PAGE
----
Apple Repair Store on Freret accused of defrauding students

Hannah Mayer, News Editor

The Apple Repair New Orleans store on Freret Street, just a few blocks from campus, has been accused of defrauding multiple Tulane students. 

Some students said that their devices were not repaired properly while others said they were not able to get their devices back from the store at all. Parent Erin Gillett from California was determined to get to the bottom of the situation after she said that the store would not release her daughter’s phone, which they brought in for repair in October 2019.

“They have this really bizarre contract where they’re like, ‘don’t call us, you have to email us or text us.’ It’s the strangest contract I have ever seen in my life of anything,” said Gillett, whose daughter Lucy is currently a sophomore.

After her daughter’s phone was held for over a year and the store owner allegedly refused to give it back, Gillett exhausted all of her resources trying to get some answers. She called the police, who never came or responded, while visiting the store in person. She also contacted the attorney general and reached out to Apple, who also failed to respond to her, about trademark and logo use. While the store has no affiliation with Apple, there was nothing that could be done as the aforementioned contract protects the store owner. The attorney general informed Gillett that the only course of action for her would be to go to small claims court, which is time consuming and costly.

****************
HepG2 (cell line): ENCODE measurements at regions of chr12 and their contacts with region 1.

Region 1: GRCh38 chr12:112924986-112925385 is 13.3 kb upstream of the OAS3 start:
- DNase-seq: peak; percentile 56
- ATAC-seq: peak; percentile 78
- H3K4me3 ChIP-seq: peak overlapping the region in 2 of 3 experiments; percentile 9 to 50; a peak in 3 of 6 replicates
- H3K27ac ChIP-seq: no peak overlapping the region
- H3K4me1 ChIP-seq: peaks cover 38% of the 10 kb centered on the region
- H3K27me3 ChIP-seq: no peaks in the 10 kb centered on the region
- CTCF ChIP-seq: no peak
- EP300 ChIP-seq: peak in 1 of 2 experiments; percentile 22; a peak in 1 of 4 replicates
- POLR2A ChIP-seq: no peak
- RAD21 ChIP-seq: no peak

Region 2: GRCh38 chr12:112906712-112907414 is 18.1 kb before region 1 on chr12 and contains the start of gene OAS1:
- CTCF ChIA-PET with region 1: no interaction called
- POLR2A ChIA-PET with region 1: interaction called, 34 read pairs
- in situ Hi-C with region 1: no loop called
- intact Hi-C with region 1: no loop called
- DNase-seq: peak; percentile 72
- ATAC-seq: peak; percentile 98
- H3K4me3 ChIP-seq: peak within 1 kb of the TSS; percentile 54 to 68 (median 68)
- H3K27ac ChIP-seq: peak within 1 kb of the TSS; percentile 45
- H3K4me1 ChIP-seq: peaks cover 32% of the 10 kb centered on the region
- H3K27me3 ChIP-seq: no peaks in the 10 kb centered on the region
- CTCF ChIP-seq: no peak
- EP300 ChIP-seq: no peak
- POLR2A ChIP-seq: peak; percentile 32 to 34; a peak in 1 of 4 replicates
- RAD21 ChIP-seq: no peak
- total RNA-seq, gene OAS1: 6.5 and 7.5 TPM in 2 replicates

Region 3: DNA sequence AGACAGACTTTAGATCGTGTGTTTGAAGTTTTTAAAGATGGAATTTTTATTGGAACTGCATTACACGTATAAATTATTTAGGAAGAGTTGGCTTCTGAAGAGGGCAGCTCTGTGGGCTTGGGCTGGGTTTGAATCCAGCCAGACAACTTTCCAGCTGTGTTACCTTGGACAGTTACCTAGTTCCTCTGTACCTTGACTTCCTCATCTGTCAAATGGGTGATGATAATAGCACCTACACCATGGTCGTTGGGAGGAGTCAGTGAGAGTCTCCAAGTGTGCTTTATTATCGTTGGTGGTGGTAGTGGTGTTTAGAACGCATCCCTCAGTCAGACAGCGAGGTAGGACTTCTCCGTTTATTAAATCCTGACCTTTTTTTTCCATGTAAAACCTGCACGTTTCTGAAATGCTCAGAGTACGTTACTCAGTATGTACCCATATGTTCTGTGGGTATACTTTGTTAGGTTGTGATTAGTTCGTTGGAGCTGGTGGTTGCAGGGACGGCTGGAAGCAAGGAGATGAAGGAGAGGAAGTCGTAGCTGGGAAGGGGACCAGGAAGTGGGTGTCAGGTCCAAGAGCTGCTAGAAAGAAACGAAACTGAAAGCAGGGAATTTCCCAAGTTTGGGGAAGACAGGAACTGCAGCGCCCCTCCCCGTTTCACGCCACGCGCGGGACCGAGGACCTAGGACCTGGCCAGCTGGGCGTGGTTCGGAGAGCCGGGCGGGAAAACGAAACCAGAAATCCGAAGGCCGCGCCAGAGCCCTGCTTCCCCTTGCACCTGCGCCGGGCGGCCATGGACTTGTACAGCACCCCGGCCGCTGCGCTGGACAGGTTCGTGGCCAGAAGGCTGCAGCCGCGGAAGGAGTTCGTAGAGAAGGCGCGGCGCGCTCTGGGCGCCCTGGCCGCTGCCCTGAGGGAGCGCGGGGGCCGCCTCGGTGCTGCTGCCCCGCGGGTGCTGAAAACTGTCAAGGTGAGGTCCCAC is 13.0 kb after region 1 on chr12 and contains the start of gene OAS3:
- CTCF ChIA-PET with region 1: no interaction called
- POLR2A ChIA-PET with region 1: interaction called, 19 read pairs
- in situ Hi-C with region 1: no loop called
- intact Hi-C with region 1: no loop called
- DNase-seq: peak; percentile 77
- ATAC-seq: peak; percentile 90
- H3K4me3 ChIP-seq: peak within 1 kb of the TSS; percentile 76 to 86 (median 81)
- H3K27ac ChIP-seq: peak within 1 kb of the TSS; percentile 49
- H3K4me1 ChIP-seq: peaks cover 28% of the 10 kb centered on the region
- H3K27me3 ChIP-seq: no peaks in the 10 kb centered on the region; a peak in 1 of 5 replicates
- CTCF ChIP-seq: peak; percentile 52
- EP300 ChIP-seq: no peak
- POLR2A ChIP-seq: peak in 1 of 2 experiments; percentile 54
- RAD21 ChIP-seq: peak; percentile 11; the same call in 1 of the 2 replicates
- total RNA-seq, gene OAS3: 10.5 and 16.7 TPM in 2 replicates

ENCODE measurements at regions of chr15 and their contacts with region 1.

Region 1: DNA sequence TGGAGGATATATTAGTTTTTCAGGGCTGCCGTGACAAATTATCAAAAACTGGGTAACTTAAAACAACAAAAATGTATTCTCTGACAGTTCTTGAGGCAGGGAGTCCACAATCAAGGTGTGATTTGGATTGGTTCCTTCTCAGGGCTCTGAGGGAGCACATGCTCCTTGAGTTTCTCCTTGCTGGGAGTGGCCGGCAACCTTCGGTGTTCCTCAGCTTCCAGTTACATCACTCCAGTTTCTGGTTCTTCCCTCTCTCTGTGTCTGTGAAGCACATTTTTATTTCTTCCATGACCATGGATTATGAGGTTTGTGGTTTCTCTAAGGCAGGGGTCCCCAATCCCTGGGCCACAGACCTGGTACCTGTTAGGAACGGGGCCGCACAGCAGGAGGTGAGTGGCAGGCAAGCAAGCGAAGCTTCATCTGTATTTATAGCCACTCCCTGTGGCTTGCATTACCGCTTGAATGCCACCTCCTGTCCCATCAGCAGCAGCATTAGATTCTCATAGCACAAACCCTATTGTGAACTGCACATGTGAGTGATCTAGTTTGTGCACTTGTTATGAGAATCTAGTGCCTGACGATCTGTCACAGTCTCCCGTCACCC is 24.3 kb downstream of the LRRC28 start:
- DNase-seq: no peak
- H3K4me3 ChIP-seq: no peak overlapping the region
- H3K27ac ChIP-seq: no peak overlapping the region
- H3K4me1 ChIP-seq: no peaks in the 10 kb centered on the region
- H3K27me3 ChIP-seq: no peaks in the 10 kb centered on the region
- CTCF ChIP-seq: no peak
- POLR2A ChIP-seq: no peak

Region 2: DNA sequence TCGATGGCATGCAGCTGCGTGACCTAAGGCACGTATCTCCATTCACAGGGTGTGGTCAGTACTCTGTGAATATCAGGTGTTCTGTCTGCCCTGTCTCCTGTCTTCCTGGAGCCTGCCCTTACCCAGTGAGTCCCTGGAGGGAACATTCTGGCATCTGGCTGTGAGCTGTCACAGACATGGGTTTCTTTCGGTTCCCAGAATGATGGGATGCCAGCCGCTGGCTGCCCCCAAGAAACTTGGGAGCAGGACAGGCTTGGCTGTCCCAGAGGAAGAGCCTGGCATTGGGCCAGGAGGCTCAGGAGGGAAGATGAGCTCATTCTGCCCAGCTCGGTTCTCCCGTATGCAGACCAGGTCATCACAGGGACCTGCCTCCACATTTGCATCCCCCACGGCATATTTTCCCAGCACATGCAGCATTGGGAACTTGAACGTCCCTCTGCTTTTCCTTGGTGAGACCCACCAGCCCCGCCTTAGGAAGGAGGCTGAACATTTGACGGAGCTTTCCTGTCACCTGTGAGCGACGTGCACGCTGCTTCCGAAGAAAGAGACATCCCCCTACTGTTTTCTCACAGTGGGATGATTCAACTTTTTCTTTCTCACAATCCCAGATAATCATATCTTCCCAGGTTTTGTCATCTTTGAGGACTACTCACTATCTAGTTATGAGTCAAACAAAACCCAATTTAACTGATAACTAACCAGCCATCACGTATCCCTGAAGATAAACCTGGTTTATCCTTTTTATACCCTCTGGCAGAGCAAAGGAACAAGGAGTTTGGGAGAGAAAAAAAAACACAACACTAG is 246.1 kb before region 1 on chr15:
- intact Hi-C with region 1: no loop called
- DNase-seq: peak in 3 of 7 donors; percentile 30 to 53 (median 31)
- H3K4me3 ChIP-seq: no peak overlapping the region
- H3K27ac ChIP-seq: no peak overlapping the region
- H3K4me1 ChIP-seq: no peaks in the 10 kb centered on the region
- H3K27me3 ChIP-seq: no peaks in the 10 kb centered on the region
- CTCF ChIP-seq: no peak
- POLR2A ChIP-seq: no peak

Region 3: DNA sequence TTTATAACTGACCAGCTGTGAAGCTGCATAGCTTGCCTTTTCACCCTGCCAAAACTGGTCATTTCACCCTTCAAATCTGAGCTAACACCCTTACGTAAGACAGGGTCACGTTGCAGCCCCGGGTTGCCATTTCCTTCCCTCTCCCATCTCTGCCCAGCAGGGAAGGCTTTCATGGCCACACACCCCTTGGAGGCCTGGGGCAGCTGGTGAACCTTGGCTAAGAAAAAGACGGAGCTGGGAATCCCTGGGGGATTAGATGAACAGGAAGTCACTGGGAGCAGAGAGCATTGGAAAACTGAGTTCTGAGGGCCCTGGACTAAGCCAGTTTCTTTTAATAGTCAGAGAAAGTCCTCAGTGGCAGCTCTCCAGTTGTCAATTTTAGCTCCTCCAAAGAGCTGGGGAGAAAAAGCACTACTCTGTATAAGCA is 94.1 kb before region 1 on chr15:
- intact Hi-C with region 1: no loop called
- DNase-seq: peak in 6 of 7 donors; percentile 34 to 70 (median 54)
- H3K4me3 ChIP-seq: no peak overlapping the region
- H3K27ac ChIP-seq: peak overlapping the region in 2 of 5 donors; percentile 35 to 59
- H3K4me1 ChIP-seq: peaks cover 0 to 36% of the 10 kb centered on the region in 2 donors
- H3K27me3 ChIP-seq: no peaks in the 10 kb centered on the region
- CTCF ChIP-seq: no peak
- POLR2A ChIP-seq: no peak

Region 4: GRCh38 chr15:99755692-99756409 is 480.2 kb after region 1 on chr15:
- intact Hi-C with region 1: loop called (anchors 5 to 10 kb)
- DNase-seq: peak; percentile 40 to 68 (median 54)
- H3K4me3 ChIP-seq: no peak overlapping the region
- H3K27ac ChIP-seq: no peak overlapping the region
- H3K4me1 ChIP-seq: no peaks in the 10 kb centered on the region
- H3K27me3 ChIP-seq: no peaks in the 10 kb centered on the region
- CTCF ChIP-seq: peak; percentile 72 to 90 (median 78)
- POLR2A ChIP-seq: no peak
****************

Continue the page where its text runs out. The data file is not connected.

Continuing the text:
Tulane students Kenichi Yamaguchi and Sonya Dombrowski have also both had negative experiences bringing their Apple products to the repair store.

Dombrowski brought her phone in to get a cracked screen fixed back in the fall of 2018. While she was able to get her phone back after a week, her phone screen spontaneously popped off. Dombrowski said that despite being told by the repair store that there was a 30-day warranty, they refused to fix it due to her phone being bent. 

“My phone had been slightly bent for multiple years at that point, meaning it had been bent when they first agreed to repair it and subsequently did so,” Dombrowski said. “I told him this, but he basically accused me of lying so we exchanged some words and then I left.”

Yamaguchi went to the repair store in August 2020 to get a Macbook Pro fixed. They told him that there was a software issue, but that it would be an easy fix for them. After two days, the store emailed Yamaguchi saying that they could not fix the software, had deleted it and that he would have to go to the Apple Store to restore his entire system.

“Luckily, I saved all of my information via iCloud, therefore I did not take any course of action,” Yamaguchi said. “I left a very bad review on Google reviews.”

Apple Repair New Orleans is not accredited according to the Better Business Bureau, a nonprofit organization that recommends businesses that New Orleanians can trust. The BBB has given the store an F rating and their website houses eight customer complaints, most of which are similar to Gillett’s situation where the product has not been returned and the store has not contacted the customer. 

When asked to comment on the situation, Apple Repair New Orleans said “All you need to know is that we’re [a] struggling small business trying to get through this pandemic and help as many people as possible.”

Technology Connection, the Tulane tech repair store in the Lavin-Bernick Center for University Life frequented by the students, does not repair iPhones

In order to protect students and their devices, Gillett said that it would be beneficial for the university to provide a list of reputable repair places close to campus, as the closest Apple Store is a 20-minute drive from campus.

“[Knowing] where you could go or where a reputable place to take [your devices] to would be a really helpful resource so people are not getting scammed,” Gillett said.